X-Ray Safety for Kids

X-rays are a normal part of medical visits for children, whether at the dentist to monitor growing teeth or at the hospital for a broken bone. However, parents should know about the potential risks involved in x-ray exposure. Although routine bone scans are normal and quite safe, too much exposure can increase these risks.Here’s what you should know about x-rays and your child’s safety.
X-rays are a normal part of medical visits for children, whether at the dentist to monitor growing teeth or at the hospital for a broken bone. However, parents should know about the potential risks involved in x-ray exposure. Although routine bone scans are normal and quite safe, too much exposure can increase these risks.Here’s what you should know about x-rays and your child’s safety.

How Do They Work?

X-rays are short wavelengths of electromagnetic energy. When they are passed through the body, they are absorbed by bigger atoms like bones but not by softer tissue, which is why bones show up on an x-ray.  X-rays can cause cell damage, but our cells can repair themselves after a short x-ray exposure. X-rays are only harmful for adults if they receive x-rays too frequently because the radiation builds up. To give you a better idea, the radiation our bodies are exposed to during a normal x-ray is the same amount that we receive from naturally-occurring background radiation in 10 days.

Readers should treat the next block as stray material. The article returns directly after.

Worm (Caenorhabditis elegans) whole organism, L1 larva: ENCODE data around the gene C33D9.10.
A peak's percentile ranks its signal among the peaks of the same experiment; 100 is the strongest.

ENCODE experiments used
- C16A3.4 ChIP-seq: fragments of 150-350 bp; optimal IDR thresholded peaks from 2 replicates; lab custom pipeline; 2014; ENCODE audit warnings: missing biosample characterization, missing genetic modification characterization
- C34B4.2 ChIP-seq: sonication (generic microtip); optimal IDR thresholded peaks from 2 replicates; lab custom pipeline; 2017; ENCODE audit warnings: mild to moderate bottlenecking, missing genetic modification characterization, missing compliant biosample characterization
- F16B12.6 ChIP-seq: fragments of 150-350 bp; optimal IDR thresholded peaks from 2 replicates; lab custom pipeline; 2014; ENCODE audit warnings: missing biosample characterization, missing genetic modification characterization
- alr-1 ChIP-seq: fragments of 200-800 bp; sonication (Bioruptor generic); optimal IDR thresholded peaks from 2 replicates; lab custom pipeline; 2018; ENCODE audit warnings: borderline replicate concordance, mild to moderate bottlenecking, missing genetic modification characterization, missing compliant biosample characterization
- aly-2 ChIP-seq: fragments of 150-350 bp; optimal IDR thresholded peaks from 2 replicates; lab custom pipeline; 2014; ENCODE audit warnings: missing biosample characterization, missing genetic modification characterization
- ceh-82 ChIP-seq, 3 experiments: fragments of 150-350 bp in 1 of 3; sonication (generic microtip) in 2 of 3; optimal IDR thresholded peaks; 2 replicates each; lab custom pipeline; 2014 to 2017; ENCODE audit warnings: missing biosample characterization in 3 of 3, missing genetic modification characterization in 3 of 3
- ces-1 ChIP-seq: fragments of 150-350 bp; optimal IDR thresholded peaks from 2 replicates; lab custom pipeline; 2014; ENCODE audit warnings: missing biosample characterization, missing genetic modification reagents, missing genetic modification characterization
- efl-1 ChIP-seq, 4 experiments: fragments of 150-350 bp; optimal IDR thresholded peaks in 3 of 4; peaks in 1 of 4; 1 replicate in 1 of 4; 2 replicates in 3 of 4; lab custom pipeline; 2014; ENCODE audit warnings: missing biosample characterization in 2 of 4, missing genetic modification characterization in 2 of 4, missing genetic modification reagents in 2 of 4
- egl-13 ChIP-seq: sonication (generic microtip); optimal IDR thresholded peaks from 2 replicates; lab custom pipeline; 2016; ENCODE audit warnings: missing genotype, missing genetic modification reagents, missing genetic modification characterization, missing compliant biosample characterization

Are they Safe for Children?

Children are more at risk for cell damage from x-ray radiation because their growing cells are dividing more frequently. As a result, the cells have a higher risk of mutating and passing on that mutation, which can potentially cause cancer. But again, this risk is caused by too many x-rays.X-rays on the chest, abdomen, arms, and legs are part of a routine check-up and should not be a cause for worry. However, computed topographic (CT) scans that provide images of the brain and other organs can expose a child to 200-300 times more radiation than a normal x-ray. These types of scans should only be performed on a child if they are absolutely medically necessary. Nevertheless, the risk of a child developing cancer from a CT scan is still very slim, and the long-term benefits of getting these scans usually outweigh the short-term risks.If you are concerned, it never hurts to talk to your child’s doctor or radiologist to make sure that the x-ray is necessary and safe. Sometimes the machines can be adjusted for a child’s size so that the amount of radiation they receive is as low as possible. In most cases, your child will also be provided with a lead apron to decrease exposure to areas of the body that aren’t being scanned.
About the author
Lisa Livingston owns the site Radiology Technician Schools. She likes to write articles related to healthcare and has been a radiologist for 7 years.
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